STAT3signal transducer and activator of transcription 3
Tcf4T-cell factor 4
TGFαTransforming Growth Factor-alpha
TLR-4Toll-like receptor 4
TNF-αtumor necrosis factor-alpha
VEGFvascular endothelial growth factor
VEGFRvascular endothelial growth factor receptor


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Figure 1. Renewal and differentiation of cancer stem cells (CSC). Diet-derived phytochemicals generally attenuate various signaling mediated renewal and differentiation and thereby regulate CSC proliferation.
Figure 1. Renewal and differentiation of cancer stem cells (CSC). Diet-derived phytochemicals generally attenuate various signaling mediated renewal and differentiation and thereby regulate CSC proliferation.
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Figure 2. Various in vitro and in vivo studies showed the phytochemicals inhibit cell propagation, differentiation, angiogenesis, and anti-apoptotic activities in the colon. Abbreviation: Akt- serine/threonine-specific protein kinase; AP1—Activator protein 1; ASK1—apoptosis signal-regulating kinase 1; Bax—bcl-2-like protein; Bcl 2-B-cell lymphoma 2; Bid—BH3 Interacting Domain Death Agonist; CIP1/waf1—cyclin-dependent kinase inhibitor 1; Cyt C—cytochrome C; DNMT—DNA methyltransferase; EGFR—epidermal growth factor receptor; FAK—Focal adhesion kinase; GSK3- glycogen synthase kinase-3; HAT—histone acetyltransferases; HDAC—histone deacetylase; IL- interleukin; JNK—c-Jun N-terminal kinases; Kip1—kinesin-like protein1; MKK4—mitogen-activated protein kinase kinase 4; NF-κB—nuclear factor kappa-B; PDGF—platelet-derived growth factor; PDGFRα—platelet-derived growth factor receptor A; PI3K—Phosphoinositide 3-kinases; SrC—protooncogene c; STAT3—signal transducer and activator of transcription 3; TGFα—Transforming Growth Factor-alpha; VEGF—vascular endothelial growth factor; VEGFR—vascular endothelial growth factor receptor.
Figure 2. Various in vitro and in vivo studies showed the phytochemicals inhibit cell propagation, differentiation, angiogenesis, and anti-apoptotic activities in the colon. Abbreviation: Akt- serine/threonine-specific protein kinase; AP1—Activator protein 1; ASK1—apoptosis signal-regulating kinase 1; Bax—bcl-2-like protein; Bcl 2-B-cell lymphoma 2; Bid—BH3 Interacting Domain Death Agonist; CIP1/waf1—cyclin-dependent kinase inhibitor 1; Cyt C—cytochrome C; DNMT—DNA methyltransferase; EGFR—epidermal growth factor receptor; FAK—Focal adhesion kinase; GSK3- glycogen synthase kinase-3; HAT—histone acetyltransferases; HDAC—histone deacetylase; IL- interleukin; JNK—c-Jun N-terminal kinases; Kip1—kinesin-like protein1; MKK4—mitogen-activated protein kinase kinase 4; NF-κB—nuclear factor kappa-B; PDGF—platelet-derived growth factor; PDGFRα—platelet-derived growth factor receptor A; PI3K—Phosphoinositide 3-kinases; SrC—protooncogene c; STAT3—signal transducer and activator of transcription 3; TGFα—Transforming Growth Factor-alpha; VEGF—vascular endothelial growth factor; VEGFR—vascular endothelial growth factor receptor.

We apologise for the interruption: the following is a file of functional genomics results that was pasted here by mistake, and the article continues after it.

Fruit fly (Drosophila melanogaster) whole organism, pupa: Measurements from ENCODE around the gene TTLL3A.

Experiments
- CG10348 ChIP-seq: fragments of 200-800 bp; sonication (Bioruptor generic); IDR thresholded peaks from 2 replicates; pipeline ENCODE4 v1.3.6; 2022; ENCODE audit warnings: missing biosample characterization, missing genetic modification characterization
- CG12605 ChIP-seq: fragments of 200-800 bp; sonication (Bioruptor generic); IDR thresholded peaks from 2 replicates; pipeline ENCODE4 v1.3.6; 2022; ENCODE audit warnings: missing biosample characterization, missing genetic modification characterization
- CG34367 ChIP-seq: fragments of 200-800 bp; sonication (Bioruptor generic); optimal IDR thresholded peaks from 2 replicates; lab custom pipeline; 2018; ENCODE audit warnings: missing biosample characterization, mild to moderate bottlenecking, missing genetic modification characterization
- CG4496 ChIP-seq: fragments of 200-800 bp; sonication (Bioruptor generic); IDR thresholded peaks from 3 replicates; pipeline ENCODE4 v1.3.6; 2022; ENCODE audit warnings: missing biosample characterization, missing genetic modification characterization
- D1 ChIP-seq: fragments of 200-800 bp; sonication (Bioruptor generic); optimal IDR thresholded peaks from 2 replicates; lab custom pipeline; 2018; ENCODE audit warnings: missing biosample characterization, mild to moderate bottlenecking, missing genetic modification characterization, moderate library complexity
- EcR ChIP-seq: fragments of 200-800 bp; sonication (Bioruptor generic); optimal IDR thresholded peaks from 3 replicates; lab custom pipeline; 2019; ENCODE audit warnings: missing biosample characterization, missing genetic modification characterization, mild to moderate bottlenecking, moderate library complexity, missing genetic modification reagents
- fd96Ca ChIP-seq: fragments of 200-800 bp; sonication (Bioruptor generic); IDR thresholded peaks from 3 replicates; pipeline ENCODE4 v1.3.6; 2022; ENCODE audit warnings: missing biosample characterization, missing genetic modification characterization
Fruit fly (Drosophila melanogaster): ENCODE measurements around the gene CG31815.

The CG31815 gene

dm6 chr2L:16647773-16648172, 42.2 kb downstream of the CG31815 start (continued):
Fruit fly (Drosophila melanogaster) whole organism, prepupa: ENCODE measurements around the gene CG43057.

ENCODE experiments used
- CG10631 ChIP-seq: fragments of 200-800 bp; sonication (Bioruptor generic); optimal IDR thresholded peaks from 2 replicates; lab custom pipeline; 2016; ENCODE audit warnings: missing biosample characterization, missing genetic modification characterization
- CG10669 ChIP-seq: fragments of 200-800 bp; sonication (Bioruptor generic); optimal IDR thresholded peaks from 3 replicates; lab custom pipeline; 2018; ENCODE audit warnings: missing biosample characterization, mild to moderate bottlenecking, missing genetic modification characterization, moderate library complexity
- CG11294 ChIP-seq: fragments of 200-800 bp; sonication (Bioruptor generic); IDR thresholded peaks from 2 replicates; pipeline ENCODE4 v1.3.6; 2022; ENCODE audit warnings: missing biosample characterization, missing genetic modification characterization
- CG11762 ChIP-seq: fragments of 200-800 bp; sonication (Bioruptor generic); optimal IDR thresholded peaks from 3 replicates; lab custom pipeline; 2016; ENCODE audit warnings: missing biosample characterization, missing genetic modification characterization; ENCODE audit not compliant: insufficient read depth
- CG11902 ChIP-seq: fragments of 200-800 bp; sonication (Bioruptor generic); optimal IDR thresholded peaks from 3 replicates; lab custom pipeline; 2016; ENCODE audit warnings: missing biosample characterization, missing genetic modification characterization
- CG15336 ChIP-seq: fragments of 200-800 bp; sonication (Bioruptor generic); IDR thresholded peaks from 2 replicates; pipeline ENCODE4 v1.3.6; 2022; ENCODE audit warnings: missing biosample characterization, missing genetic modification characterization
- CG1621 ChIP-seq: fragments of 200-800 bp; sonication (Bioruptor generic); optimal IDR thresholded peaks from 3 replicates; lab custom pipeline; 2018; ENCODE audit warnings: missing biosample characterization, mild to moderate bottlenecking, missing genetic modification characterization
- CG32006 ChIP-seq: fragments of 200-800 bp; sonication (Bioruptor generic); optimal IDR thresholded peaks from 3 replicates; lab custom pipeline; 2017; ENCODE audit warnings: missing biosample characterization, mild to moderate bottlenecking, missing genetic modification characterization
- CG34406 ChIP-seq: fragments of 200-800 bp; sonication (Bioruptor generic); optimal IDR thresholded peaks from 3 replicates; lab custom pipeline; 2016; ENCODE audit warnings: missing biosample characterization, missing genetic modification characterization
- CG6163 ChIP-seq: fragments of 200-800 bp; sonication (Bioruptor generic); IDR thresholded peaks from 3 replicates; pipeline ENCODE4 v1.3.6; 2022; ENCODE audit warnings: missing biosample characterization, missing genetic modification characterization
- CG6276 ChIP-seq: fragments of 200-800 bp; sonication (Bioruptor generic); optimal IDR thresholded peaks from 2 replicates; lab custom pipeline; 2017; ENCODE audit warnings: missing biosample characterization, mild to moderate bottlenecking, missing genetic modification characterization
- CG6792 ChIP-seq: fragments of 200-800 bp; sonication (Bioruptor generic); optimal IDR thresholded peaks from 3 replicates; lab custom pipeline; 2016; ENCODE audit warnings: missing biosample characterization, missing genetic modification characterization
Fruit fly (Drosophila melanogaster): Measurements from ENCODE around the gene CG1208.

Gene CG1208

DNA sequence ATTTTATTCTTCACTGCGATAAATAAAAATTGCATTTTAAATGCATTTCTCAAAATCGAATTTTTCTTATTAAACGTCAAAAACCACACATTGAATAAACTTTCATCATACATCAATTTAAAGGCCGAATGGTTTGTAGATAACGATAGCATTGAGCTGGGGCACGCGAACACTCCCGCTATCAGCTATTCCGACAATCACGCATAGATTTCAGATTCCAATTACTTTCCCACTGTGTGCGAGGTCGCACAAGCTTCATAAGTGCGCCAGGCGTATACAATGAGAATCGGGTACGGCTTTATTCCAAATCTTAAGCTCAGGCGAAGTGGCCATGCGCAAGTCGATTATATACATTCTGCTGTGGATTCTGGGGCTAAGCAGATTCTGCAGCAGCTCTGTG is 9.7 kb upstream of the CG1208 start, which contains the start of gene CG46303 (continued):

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Figure 3. Effect of the gut microbiome on colon cancer stemm cells (CSCs) and colorectal cancer (CRC).
Figure 3. Effect of the gut microbiome on colon cancer stemm cells (CSCs) and colorectal cancer (CRC).
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Figure 4. Dysbiosis of gut microbiota causes a high risk of colorectal cancer (CRC).
Figure 4. Dysbiosis of gut microbiota causes a high risk of colorectal cancer (CRC).
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Figure 5. Diet-derived phytochemicals stabilize the microbiome status (Eubiosis) that inhibits Wnt/β-catenin signaling pathways successively prevent intestinal infection and inflammation.
Figure 5. Diet-derived phytochemicals stabilize the microbiome status (Eubiosis) that inhibits Wnt/β-catenin signaling pathways successively prevent intestinal infection and inflammation.
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Figure 6. Triangular relationship between phytochemicals, gut microbiome, and cancer stem cells (CSCs).
Figure 6. Triangular relationship between phytochemicals, gut microbiome, and cancer stem cells (CSCs).
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Table 1. Effects of phytochemicals on gut microbiota and their anti-inflammatory effects.
Table 1. Effects of phytochemicals on gut microbiota and their anti-inflammatory effects.
PhytochemicalsCompoundsModelEffect on Gut MicrobiotaAnti-Inflammatory EffectReferences
AnthocyaninsAnthocyaninsC57BL/6 J miceFeces of gut microbiota-deficient mice showed an increase in anthocyanins and a decrease in their phenolic acid metabolites, while a corresponding increase was observed in jejunum tissueDecreased the inflammatory status of mice[49]
AnthocyaninsAnthocyaninsC57BL/6 J miceTreatment modified the gut microbiota compositionEffectively reduced the expression levels of IL-6 and TNFα genes, markedly increased SOD and GPx activity[50]